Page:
Opinion

Scoop’s Corner: “The Giver”

Samantha Cooper

News Editor

Most of you have probably read the book, “The Giver.” It’s the children’s version of “1984,” and “Brave New World,” and the predecessor of all Young Adult dystopia novels. Which are apparently a huge thing right now, and I wouldn’t mind if there weren’t so many love triangles! It’s getting ridiculous…

  The book version of “The Giver” had the slightest tinge of a romance, in that 12-year old Jonas develops a crush on his friend Fiona, but these are promptly eliminated with pills designed to take care of that issue. The book is mainly about a boy realizing that everything that he knew is wrong; there is a thing called color, another called music and in the time before there were Communities, people lived with their biological parents and siblings, and they felt things: both good and bad. Jonas learns about all these things from the Receiver of Memory, who he calls the Giver, because he is being trained to take his place. It’s an amazing book, full of symbolism and emotion. It’s terrible to see Jonas go through so much and make such difficult decisions, especially at such a young age.

The movie ages Jonas up to about sixteen, and has him played by a twenty-three year old (I get it. You’ll get more people if he’s hot but other than that, why?)

This makes all his actions seem more ridiculous, and idiotic in the film.

It also makes his feelings towards his friend Fiona more intense, and a bit odd especially considering that most of the time, she really doesn’t know what he’s doing. The concept of kissing and affection is absolutely foreign to her.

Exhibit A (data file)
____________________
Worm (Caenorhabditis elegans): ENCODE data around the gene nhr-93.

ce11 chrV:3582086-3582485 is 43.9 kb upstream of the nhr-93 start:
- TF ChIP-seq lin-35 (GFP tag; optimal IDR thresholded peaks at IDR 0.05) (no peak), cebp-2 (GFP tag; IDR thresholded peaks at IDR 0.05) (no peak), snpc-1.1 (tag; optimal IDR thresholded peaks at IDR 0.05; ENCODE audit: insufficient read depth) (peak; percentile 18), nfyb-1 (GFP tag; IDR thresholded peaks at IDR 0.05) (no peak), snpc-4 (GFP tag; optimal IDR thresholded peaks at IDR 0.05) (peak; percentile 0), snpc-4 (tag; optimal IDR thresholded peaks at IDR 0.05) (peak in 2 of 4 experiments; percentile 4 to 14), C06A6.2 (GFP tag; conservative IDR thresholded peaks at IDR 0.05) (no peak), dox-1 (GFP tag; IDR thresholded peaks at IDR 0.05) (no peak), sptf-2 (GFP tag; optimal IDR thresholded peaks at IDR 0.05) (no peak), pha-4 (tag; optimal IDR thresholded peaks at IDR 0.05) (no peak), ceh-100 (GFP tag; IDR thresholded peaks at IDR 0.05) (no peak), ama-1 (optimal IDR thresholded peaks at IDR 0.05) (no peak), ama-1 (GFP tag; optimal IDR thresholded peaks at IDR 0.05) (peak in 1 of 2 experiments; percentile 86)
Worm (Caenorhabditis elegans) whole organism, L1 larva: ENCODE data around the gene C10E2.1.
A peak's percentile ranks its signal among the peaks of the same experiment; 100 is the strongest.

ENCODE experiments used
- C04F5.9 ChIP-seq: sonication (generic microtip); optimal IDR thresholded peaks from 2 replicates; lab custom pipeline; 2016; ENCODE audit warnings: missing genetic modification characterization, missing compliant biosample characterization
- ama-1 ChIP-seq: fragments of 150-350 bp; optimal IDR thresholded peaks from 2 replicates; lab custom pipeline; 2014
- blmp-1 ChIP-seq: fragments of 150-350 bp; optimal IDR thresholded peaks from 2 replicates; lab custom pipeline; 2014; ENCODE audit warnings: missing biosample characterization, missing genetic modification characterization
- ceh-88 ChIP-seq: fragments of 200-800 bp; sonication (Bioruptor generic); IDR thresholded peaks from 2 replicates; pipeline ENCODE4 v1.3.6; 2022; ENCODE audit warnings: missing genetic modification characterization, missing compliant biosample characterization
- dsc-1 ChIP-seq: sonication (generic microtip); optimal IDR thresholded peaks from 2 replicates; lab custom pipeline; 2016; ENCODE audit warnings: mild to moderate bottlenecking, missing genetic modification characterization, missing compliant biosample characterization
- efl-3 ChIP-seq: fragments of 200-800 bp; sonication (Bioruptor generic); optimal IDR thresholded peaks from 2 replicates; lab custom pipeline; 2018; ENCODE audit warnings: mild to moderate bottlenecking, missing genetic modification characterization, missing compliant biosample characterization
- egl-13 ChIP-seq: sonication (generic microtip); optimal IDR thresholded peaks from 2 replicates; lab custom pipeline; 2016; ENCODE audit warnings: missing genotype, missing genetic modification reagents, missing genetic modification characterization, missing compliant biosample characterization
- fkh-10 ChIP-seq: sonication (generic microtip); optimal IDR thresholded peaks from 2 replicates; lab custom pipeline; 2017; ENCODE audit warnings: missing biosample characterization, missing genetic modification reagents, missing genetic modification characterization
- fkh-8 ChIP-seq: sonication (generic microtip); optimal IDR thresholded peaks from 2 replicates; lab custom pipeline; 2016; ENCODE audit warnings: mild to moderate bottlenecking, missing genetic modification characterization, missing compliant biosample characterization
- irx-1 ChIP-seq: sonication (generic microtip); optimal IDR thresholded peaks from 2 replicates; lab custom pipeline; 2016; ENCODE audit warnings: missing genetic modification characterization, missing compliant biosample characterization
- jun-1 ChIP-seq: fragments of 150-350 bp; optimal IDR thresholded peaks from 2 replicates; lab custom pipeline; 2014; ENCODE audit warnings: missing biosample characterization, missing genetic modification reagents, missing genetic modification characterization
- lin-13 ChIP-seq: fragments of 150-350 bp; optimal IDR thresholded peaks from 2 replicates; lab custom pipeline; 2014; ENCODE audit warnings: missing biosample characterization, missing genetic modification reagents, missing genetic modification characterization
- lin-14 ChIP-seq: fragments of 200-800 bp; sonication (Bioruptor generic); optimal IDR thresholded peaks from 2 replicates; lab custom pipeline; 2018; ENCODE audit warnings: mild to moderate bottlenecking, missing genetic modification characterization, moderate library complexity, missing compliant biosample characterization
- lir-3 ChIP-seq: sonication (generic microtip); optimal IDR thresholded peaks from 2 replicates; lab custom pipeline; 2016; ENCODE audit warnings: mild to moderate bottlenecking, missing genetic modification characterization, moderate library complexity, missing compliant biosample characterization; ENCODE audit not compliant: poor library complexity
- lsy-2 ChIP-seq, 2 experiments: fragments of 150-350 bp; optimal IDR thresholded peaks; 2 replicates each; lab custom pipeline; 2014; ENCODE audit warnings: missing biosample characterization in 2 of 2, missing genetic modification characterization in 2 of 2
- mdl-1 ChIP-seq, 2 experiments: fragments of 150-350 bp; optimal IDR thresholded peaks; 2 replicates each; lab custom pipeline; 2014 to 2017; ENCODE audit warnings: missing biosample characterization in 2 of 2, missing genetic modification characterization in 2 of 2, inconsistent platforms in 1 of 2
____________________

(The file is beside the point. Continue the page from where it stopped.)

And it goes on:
The movie also changes around some of the most basic plot points of the novel, in  order to make it more “action-oriented.”

The action happens in the last third of the movie, and seems to exist only to make the movie more marketable to the “tween/young teen” crowd.

For example, in the novels, pills are distributed only to block out romantic feelings while in the movie injections are given to all citizens in order to block all emotions.

  There are other book-to-movie differences: the movie incorporated an unneeded villain, the Chief Elder, whose only goal was to stop Jonas, while in the book, the Giver (and therefore Jonas) was always contacted by the Elders before they made any major decisions and that the identifying “Giver” mark was changed from light eyes to a birth mark.

If you would like to compare the two, read the book and go out to see the movie. You will see major differences. While I understand that books and movies are two different mediums, I feel as though they could have tried harder with “The Giver,” especially since they’ve been working on a film adaptation for ages. It’s disappointing to wait for so many years, only to get a movie that won’t even be remembered by next summer. Percy Jackson fans, I now know how you feel…I never want to go through this kind of pain again.

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Categories: Opinion

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